Monday, July 17, 2023

Meet Alabama Trucking’s Driver of the Year Emanuel Windham

Alabama Driver of the Year Emanuel Windham has given all he has to a long, successful career in trucking – and we’re all better for it.

By Ford Boswell

In life and business, your reputation is sometimes all you have to give. A good reputation can take you above the com­petition or a bad one can bury all aspirations, de­stroying even the best of intentions and well-laid plans.

But in a world where success stories are often tied to privileged upbringings or fortunate cir­cumstances, Emanuel Windham, owner-operator of Blair Logistics based in Birmingham, Ala. has dedicated his adult life to cultivating a remarkable reputation as a man, son, father, brother, employee, coworker, and friend.

For more than three decades, he has selflessly given his time and resources to making the lives of those close to him better, rising to greatness through his unyielding commitment to excellence as a professional driver and small business owner. He hasn’t done it alone. He was propelled by the unwavering love and support of his mother, Shirley Lucas and invaluable mentoring from some of the region’s most successful truckers and industry experts. Windham, 53, has earned the admiration of the state’s trucking community and the Alabama Truck­ing Association’s top award for a commercial driver.

Last spring, ATA’s Safety and Maintenance Management Council (SMMC) tapped him as its Driver of the Year, as part of the Association’s annual safety awards program that honors the efforts of its members, including fleet and safety managers, service technicians, and shop managers. Southland Transportation Group sponsored the Driver of the Year award.

For Alabama’s trucking community, the SMMC is the heartbeat of the Alabama Trucking Asso­ciation, and its awards program is a valuable tool for promoting safety and best practices within the industry.

Windham with his rig on the Blair Logistics yard in Ensley, Ala. — photo by Woody O’Neal for Alabama Trucker.

“Recognizing outstanding drivers and companies encourages others to strive for the same level of excellence,” said ATA Vice President of Safety and Compliance Tim Frazier. “These awards are an opportunity for the trucking industry to come together, share best practices, and celebrate the best of the best that our industry has to offer. This helps to ensure that drivers and companies are operating safely and efficiently, which has a greater effect on the industry as a whole regarding professionalism and public relations.”

All applicants are judged on the previous year’s data by an independent panel, composed of officers from the Alabama Law Enforcement Agency’s Motor Carrier Safety Unit.

With 32 years of experience and over 3 million safe driving miles under his belt, Windham boasts an impeccable safety record. Never having been involved in any accidents or received motor vehicle or CSA violations, he is a proud member of Blair’s safety council and has been awarded multiple safe driving accolades, including the million-mile club award. Windham’s management team at Blair commends his professionalism, safety consciousness, hard work, and unwavering positivity, describing him as the quintessential professional in the trucking industry.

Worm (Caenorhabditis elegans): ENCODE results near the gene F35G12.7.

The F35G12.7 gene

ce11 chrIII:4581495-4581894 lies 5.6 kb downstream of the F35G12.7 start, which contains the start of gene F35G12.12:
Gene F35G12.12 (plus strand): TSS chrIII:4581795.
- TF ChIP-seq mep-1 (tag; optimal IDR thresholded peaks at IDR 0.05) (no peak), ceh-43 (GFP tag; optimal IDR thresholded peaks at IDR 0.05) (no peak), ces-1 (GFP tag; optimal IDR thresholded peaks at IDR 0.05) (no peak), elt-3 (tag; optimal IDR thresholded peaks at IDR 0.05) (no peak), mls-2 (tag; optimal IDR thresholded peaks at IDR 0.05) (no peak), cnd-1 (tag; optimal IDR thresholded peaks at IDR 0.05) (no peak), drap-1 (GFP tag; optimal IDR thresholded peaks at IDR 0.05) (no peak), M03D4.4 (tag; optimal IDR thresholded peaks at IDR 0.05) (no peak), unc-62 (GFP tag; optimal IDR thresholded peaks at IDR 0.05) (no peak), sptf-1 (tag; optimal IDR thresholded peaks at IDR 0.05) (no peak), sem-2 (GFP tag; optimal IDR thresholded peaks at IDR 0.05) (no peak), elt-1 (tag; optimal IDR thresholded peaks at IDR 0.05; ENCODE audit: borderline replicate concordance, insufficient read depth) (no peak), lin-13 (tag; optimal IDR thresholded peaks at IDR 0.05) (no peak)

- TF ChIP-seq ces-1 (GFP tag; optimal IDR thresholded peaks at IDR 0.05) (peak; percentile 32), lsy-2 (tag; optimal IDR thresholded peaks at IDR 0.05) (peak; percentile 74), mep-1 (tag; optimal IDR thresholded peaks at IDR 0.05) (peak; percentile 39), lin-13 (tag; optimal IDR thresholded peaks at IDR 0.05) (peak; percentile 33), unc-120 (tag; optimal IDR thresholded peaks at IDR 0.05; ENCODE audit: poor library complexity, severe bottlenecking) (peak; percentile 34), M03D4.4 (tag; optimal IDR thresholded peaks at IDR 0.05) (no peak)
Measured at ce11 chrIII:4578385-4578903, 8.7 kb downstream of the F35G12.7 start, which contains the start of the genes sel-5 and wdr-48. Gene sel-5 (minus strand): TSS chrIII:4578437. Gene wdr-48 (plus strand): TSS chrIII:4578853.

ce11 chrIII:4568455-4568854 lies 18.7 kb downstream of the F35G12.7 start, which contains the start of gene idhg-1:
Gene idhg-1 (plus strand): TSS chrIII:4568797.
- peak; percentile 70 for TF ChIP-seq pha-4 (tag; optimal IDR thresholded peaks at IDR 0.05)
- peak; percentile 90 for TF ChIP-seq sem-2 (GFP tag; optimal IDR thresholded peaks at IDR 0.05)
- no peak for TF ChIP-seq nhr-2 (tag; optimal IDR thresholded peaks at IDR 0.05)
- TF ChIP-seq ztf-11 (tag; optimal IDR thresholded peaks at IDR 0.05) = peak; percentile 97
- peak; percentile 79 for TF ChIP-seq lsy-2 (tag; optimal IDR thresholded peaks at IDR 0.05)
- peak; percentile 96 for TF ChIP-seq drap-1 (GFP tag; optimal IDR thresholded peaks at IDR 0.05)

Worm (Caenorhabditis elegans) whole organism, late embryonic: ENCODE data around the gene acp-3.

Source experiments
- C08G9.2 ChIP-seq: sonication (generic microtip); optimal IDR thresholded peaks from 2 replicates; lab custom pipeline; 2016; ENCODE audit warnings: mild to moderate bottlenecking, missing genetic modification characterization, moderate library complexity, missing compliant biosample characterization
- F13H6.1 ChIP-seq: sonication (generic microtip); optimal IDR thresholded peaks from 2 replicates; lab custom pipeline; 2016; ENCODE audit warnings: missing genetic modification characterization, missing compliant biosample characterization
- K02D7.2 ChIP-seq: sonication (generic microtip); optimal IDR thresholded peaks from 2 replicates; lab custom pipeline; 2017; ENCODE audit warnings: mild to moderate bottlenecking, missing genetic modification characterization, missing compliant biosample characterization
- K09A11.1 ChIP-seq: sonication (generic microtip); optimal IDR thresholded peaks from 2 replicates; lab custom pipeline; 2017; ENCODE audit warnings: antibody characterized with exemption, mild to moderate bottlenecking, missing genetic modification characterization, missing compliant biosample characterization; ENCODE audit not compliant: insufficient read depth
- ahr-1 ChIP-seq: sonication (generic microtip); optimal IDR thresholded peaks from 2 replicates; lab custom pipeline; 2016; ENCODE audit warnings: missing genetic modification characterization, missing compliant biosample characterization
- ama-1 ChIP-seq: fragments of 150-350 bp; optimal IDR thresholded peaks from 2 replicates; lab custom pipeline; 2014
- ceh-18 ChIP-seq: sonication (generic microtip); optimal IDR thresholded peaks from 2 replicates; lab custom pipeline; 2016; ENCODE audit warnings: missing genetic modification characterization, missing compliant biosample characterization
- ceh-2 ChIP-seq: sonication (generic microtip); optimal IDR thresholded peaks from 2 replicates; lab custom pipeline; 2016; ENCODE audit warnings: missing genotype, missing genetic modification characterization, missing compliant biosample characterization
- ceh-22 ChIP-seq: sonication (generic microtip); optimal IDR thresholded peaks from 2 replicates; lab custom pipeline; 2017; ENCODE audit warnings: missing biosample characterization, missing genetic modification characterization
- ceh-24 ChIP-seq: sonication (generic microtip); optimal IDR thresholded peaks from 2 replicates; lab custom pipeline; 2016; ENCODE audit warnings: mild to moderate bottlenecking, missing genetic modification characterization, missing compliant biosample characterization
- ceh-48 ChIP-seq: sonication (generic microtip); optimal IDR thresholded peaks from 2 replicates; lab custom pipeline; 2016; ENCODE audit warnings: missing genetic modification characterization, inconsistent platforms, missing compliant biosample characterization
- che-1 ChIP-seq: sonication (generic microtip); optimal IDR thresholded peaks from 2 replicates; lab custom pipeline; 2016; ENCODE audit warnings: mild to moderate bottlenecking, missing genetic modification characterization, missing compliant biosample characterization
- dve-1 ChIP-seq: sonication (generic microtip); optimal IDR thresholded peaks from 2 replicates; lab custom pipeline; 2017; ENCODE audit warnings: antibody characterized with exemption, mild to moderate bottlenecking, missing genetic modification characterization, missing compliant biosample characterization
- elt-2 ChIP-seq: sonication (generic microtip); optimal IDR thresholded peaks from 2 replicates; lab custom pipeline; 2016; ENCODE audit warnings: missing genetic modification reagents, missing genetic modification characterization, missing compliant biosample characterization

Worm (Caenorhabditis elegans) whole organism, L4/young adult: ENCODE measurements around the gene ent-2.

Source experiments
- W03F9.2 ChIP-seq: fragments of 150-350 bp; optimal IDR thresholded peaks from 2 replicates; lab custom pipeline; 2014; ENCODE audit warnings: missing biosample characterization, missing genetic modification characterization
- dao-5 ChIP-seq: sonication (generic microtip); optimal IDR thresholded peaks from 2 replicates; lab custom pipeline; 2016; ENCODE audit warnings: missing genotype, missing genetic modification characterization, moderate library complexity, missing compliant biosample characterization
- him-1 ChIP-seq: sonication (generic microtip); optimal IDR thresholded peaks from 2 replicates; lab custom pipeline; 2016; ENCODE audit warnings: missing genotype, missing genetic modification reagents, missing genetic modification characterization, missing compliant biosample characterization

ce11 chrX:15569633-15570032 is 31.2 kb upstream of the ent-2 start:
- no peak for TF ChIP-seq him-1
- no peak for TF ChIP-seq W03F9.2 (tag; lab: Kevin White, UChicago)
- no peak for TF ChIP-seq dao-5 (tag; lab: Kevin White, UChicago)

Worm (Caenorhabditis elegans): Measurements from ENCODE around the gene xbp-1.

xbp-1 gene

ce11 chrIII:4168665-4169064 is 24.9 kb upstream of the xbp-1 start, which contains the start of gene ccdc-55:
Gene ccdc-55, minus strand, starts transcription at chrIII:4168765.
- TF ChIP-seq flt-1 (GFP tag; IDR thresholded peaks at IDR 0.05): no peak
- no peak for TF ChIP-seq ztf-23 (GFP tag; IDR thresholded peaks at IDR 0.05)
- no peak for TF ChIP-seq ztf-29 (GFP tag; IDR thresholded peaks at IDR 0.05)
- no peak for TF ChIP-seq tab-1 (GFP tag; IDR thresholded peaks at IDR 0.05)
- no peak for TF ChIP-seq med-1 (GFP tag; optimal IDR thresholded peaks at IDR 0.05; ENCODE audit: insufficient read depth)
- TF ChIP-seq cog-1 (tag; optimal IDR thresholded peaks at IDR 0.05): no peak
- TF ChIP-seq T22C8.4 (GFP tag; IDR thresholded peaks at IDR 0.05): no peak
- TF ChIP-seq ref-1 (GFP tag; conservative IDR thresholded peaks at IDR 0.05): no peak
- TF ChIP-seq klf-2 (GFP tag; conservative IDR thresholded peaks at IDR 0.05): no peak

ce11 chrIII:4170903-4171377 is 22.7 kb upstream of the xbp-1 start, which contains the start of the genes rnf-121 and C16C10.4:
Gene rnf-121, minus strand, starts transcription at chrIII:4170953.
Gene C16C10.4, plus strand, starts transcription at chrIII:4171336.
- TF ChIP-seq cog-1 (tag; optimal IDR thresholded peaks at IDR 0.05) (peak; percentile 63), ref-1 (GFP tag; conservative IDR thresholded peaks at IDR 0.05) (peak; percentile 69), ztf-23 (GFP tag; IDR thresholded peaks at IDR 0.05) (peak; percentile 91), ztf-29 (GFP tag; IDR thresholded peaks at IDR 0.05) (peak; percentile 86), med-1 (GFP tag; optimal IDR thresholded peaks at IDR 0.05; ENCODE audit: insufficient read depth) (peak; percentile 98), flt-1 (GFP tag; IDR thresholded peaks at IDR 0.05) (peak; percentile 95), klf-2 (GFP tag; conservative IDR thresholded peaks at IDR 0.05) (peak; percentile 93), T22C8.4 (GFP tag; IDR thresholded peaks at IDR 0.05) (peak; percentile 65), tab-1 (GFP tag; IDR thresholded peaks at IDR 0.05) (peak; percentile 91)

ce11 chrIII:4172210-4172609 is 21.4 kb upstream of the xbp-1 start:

In addition to his career achievements, Windham is actively involved in his local community and church, Church of the Firstborn. He resides in Anniston, Ala, with his wife Octavier, and their adult sons, Quavasiya McKenzie, 22, and JaMarcio McKenzie, 21.

Given his impressive safety record, dedication to his work, and community involvement, ATA officials say his time as ATA’s top driver was inevitable.

Growing Up Fast

When Emanuel was about a year old, his 17-year-old father Emanuel Jones, Jr. was killed in an accidental shooting. His mother Shirley was only 14 years old when she had Emanuel, and the death her baby’s father exacerbated the already difficult situation she was in. She says during those difficult days, she leaned on faith and the need to honor Emanuel’s father by raising their son to be respectful, work hard, and seek ways to help others.

A few years later, Shirley remarried an Army man and moved the family to El Paso, Tex. for a while, but eventually divorced and moved back to Alabama. By this time, she had more children, and Emanuel grew up fast to be a father figure for his younger siblings. “That’s how he is, always looking for ways to be helpful,” Shirley says. “Back then, it wasn’t as accepted for someone so young to be a parent. It was looked down upon. I had to learn a lot about being a parent. In a way, Emauel and I grew up together.”

In high school, Emanuel was a decent student. He played football and worked odd jobs for spending cash. He says he had a happy childhood with plenty of friends and family members to look up to. He never felt like he missed out on anything. After graduating high school, he enrolled in a truck driving school and landed a job within a few days of graduation.